One of the most elegant expression of protest coming from disenfranchised urban residents was the “Memorial of the Non-Freeholders of the City of Richmond,” which was composed and presented on October 13, 1829 to the Virginia Constitutional Convention—notable as the last political body in which James Madison served. Chief Justice John Marshall, who was far from sympathetic with the nonfreeholders, delivered the petition before the convention, without comment. The memorial charged that Virginia’s freehold requirement was an unjust violation Virginia’s celebrated Declaration of Rights, arguing that it:
creates and odius distinction between members of the same community; robs of all share, in the enactment of the laws, a large portion of the citizens bound by them, and whose blood and treasure are pledged to maintain them and vests in a favored class, not in consideration of their public services, but of their private possessions, the highest of all privileges.
The nonfreeholders, “comprising a very large part, probably a majority of male citizens of mature age,” critiqued the notion that possessing land made a man any “wiser or better,” arguing forcefully that “virture” and “intelligence” were not among the “products of the soil.” The memorial, as had so many other petitions for the right to vote from earlier years, also drew the connection between the right to vote and the capacity of military service. The Virginia government did not find landless men too “ignorant” or “depraved” to serve in the militia, after all:
In hour of danger, they have drawn no invidious distinctions between the sons of Virginia. The muster rolls have undergone no scrutiny, no comparison with the land books, with a view to expunge those who have be struck from the ranks of freemen. If the landless citizens have been ignominiously driven from the polls, in times of peace, they have at least been generously summoned in war, to the battle-field.
The Nonfreeholders of Richmond drew an interesting and important distinction in the course of their argument: they conceded that the right of suffrage was a “social right” rather than a “natural right” and that it “must of necessity be regulated by society. For obvious reasons, by almost universal consent, women and children, aliens and slaves, are excluded.” But they contented that such exclusions were “no argument for excluding others”—economic barriers to voting were not rational regulations of the franchise in society.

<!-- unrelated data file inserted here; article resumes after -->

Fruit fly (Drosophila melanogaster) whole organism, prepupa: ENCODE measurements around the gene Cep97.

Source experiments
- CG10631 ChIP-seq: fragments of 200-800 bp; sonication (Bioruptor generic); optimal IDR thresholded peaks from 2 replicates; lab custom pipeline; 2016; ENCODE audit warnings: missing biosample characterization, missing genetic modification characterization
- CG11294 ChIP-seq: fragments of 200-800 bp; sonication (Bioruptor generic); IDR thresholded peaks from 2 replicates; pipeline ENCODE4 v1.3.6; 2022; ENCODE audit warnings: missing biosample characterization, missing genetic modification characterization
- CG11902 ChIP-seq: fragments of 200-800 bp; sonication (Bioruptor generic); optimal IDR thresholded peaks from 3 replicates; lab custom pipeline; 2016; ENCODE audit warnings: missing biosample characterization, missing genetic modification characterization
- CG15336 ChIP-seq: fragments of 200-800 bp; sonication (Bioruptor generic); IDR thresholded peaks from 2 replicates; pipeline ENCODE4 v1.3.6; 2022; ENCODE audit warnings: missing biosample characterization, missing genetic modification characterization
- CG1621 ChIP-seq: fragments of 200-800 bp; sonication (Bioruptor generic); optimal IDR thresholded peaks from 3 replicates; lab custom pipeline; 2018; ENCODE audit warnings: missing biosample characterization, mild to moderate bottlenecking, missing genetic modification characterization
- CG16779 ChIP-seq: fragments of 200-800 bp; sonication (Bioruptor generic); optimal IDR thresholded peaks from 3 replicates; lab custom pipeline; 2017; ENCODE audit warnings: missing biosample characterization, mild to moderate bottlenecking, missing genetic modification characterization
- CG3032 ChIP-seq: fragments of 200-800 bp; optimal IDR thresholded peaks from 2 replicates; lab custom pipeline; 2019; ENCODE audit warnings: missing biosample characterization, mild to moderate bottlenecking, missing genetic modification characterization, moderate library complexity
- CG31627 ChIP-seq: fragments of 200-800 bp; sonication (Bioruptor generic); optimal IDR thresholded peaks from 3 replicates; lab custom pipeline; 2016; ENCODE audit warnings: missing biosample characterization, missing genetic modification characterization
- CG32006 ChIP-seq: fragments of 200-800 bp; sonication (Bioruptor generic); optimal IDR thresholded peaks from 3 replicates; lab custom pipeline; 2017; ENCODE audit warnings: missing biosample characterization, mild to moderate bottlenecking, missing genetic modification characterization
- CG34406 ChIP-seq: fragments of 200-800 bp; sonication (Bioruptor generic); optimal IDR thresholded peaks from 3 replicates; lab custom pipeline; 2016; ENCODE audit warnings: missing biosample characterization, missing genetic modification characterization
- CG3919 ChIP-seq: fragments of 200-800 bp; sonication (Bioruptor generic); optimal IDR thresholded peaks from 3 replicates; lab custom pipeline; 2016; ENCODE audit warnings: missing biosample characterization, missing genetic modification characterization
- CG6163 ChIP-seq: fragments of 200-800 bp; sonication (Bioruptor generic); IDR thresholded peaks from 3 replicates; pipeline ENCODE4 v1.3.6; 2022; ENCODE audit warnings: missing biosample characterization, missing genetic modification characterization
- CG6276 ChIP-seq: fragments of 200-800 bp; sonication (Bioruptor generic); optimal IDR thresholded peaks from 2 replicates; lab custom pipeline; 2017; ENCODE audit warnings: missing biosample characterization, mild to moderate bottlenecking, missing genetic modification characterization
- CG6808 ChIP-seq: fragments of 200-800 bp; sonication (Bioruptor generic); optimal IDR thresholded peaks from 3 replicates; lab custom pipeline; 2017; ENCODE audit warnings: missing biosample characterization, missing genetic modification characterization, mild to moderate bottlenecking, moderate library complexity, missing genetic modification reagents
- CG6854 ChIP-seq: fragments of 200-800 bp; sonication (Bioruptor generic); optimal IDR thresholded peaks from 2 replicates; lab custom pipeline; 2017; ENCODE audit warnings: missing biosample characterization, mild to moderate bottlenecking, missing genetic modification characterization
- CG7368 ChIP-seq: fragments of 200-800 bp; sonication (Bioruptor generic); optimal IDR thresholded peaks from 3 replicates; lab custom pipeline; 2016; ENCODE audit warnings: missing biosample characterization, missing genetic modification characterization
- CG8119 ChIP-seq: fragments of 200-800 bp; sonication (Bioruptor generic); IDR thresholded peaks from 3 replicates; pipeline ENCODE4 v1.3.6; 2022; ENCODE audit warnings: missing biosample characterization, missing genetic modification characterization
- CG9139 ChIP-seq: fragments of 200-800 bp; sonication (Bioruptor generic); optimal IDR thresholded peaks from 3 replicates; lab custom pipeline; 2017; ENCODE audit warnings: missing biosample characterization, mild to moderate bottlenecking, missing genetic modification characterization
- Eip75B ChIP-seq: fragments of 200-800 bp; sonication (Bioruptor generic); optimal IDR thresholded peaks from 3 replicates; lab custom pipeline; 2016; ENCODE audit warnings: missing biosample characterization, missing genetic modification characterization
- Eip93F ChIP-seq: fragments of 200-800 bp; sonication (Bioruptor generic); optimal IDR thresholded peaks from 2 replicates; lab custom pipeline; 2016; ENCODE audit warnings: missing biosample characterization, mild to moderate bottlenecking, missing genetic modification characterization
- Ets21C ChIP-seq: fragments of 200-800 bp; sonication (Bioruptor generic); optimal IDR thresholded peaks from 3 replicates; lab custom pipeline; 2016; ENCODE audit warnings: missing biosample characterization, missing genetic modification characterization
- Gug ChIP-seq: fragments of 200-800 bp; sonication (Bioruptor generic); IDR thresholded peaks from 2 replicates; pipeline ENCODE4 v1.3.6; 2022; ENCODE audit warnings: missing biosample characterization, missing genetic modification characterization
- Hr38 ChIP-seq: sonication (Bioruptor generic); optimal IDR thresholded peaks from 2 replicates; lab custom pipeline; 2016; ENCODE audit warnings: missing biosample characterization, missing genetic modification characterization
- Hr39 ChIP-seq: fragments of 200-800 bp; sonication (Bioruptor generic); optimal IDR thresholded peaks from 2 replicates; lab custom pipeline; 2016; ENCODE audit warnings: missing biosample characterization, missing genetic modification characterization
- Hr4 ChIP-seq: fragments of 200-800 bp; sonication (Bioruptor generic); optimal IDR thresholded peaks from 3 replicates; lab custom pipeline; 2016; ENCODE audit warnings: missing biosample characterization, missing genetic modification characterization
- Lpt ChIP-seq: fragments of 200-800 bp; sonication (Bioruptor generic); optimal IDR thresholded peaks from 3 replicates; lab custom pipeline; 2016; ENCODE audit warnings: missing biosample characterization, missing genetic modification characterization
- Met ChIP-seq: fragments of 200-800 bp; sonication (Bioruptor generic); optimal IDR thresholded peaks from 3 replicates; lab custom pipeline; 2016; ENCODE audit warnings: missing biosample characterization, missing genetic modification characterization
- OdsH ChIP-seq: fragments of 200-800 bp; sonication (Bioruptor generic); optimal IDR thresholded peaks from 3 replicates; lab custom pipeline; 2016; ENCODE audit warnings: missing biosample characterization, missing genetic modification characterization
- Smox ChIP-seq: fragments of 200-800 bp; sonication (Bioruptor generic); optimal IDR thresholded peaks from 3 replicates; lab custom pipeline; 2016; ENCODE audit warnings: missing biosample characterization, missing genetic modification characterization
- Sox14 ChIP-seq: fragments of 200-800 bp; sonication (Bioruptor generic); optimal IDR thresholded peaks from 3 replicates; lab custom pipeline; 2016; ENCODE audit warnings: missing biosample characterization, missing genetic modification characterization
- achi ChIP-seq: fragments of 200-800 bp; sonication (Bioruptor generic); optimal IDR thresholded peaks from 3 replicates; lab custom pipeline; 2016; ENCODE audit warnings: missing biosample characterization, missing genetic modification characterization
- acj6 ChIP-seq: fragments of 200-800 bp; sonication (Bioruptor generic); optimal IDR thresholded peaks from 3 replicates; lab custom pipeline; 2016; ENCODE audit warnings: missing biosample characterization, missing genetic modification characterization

As powerful as their argument might have been, the nonfreeholders of Richmond were not successful in gaining the franchise. The 1829 constitution of Virginia created a complex set of suffrage requirements that effectively preserved a threshold of property ownership for another two decades.
It may seem counterintuitive that political elites—those who enjoyed the right to vote and thus the power of political decision-making—would ever chose to enlarge the franchise and let others share in the power they enjoyed. But in many cases, political elites saw themselves as having a direct interest in enlarging the electorate. Part of their reasoning had to do with security: In the wake of the Revolutionary War and again after the War of 1812, many middle class citizens concluded that extending the franchise to the “lower orders” would enhance their own security and help preserve their way of life, by assuring that such men would continue to serve in the army and the militias, and would not be given to unrest or hostility to the new government.
During the War of 1812, the federal government had great difficulty recruiting and retaining and army, eventually having to call on militia forces to bolster the army—in a sense validating the utility of a broader franchise. Military service was repeatedly invoked in debates over the right to vote—both as a matter of fairness and as a matter of security for the higher orders.
In the South, there was an added layer to the issue of security. Enfranchising poor whites was a way of deepening the divide between white and black society. By guaranteeing the political rights of poor whites, the social elites hope they could count of the support of all whites in the event of a slave rebellion
In the Midwest, the promotion of settlement and economic self-interest played a major role in expanding the franchise. As the western territories began to organize themselves into states, inhabitants of sparsely populated regions established a broader franchise in an effort to attract more settlers. As more people flowed into a particular region, land values increased and the pace of economic development quickened. Competition amongst states on the frontier only served to further broaden the franchise. Granting full political rights to immigrants appeared to be economically advantageous as well as democratic, a testament to the desirability of the franchise.